“Those initiatives are limited because they're not mandated by the city,” Lizarondo said. “We need the backing of the city.”
Think of it as a mid-summer Mardi Gras.
After being closed for several months due to damage from a fire, NOLA on the Square will re-open on July 15 with lunch service. Pittsburghers can once again indulge in po-boys, crawfish, gumbo and other Creole cuisine, for lunch and dinner, as well as kick back with some New Orleans jazz.
The adjacent champagne bar Perle will also reopen that evening.
A "grand re-opening" tied to JazzFest will roll out on July 18-19.
Mark your calendars now to get re-acquainted with some frog legs.
The list of semi-finalists for James Beard Foundation Restaurant and Chef Awards — a mark of distinction in the culinary world — is out, and Pittsburgh hit twice.
Further up the river in Lawrenceville, Justin Severino, of Cure, is a semi-finalist for Best Chef: Mid-Atlantic Region.
As always, it's an honor to be nominated; the finalists are announced March 19, and the awards handed out in new York City on May 2 and 5.
In the wee hours of the morning, Kevin Sousa sat in Braddock Mayor John Fetterman's living room, anticipating the success of their crowd-funded restaurant venture.
Sousa's phone had finally stopped blowing up with Twitter updates or alerts he gets every time someone donates to his Kickstarter campaign, an effort to raise money for a restaurant in a small, used-up steel town.
“I was in and out of consciousness,” says Sousa, owner of Salt of the Earth.
But by 6 a.m. today, the campaign to fund "Superior Motors" had reached its $250,000 goal, fueled by local and national media attention mixed with a frenzy of support on Twitter. It is Kickstarter's best-funded restaurant project ever.
"It took on a complete life of its own,” Sousa says, and earlier noted the project was only half-funded on Dec. 9. "It was seriously a critical mass ... I’m not that popular on Twitter — we picked up hundreds of followers last night."
"Superior Motors" — named after the long-vacant Chevy dealership whose space it will occupy — is Sousa and Fetterman's brain-child. It's billed as a "community restaurant and farm ecosystem" that will take full advantage of a nearby apiary, 4,000 square feet of farming space (including a rooftop greenhouse) and a convent, which will house the restaurant's culinary students.
Sousa says he turned to Kickstarter because "it was really our only option to build capital. Braddock is not a thriving business district; it’s not a business district at all.”
A forum on food access issues in Allegheny County's communities will be held at 2 p.m. Friday, June 7, Downtown.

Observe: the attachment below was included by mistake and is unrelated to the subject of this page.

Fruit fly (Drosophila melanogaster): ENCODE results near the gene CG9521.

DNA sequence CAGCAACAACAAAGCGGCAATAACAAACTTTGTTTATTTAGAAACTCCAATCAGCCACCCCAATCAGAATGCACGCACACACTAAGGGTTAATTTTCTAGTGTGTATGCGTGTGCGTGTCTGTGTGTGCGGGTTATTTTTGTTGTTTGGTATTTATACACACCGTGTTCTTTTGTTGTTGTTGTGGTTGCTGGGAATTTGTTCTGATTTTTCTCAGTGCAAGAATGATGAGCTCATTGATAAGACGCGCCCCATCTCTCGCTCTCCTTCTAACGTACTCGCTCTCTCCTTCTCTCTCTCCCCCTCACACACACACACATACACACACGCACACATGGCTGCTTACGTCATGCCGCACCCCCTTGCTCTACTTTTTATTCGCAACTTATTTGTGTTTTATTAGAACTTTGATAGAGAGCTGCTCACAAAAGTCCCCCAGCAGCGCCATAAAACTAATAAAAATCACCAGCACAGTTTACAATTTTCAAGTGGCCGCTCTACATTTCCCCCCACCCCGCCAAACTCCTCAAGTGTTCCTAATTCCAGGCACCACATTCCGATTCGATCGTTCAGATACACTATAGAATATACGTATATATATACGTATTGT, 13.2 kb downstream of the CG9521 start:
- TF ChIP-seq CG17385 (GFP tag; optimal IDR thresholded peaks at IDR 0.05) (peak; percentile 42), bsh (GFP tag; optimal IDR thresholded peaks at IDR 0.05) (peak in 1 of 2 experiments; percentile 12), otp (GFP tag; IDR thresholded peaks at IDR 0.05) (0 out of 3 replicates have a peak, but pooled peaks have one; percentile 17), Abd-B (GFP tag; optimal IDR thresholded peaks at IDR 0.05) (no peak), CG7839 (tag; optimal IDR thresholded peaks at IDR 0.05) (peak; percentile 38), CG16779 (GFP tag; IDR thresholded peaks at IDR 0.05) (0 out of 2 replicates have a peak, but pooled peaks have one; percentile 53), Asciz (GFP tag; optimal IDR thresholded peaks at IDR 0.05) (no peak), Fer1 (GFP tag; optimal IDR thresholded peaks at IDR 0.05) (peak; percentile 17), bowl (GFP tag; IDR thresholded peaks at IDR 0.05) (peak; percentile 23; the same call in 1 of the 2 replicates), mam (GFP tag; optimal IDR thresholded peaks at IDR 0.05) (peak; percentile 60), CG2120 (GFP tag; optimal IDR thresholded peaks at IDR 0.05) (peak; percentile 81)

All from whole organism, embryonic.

Hosted by Just Harvest, the forum will discuss the findings of a report also to be released at that time, "A Menu for Food Justice: Strategies for Improving Access to Health Foods in Allegheny County." The report features detailed assessments of the county's most vulnerable communities, according to the nonprofit.
The report "arms communities and policymakers with knowledge about how factors such as food access, food availability and transportation have an impact on area residents" and "draws on local and national programs to lay a framework of policy recommendations for city and county officials, businesses, foundations, nonprofits and community leaders to pursue."
The forum will be held at the Allegheny County Department of Human Services Building at One Smithfield Street, Downtown in the Liberty Conference Room. It goes until 4 p.m. RSVP to email@example.com.
The guys behind South Side's Peddlin Pierogies are hosting a tasting party later this month. Check it out to sample their take on a Pittsburgh classic and meet the farmers behind the products they use.
There's a sliding admission: For $5, you get a craft beverage sample and 3 gourmet pierogies; $7 gets beverage samples and 5 tasty pierogies; $10 gets beverages from Red Star and Timber Ridge, 8 hand-made 'rogies and a gift. Check it out from 6-8 p.m., Fri. Jan. 25, at the Inn-Termission Lounge in the South Side. Looking for more info? Check them out on Facebook.
A coffee tasting and brewing demo will be held from 2-3 p.m. on Sat., Jan. 12. The $10 fee gets participants a chance to do a sensory evaluation of aroma, body and taste of two seasonal, single-origin coffees from Coava. Participants will also receive a bag of Coava beans. You can register here.
The second event it is a whole hog butchery demo and dinner, from 3:30 p.m. to 7 p.m., Sun., Jan. 13. Butcher Steve Beachy will demonstrate breaking down a hog from Clarion River Organics. A five course tasting-menu will then be prepared by Chef Matt Huggins. BYOB (no corkage fee). You can register for this event here.
Nomadic chef Brandon Baltzley is hosting his final series of collaborations with Pittsburgh chefs at his pop-up restaurant, Crux.
The next meal will be an 11-course modern Italian menu Jan. 14 at Stagioni on the South Side, working with chef Stephen Felder. The dinner ($65 for food / $35 beverage) starts at 7 p.m. and reservations can be made by calling 412-586-4738.
Another dinner is planned for Jan. 20 at Bar Marco, followed by one to be held at Root 174 in collaboration with Keith Fuller on Jan. 28. More details and menus for each will be released the day after the pop-up dinner held before it. Follow Baltzley on Twitter or @getCruxed to stay in the loop.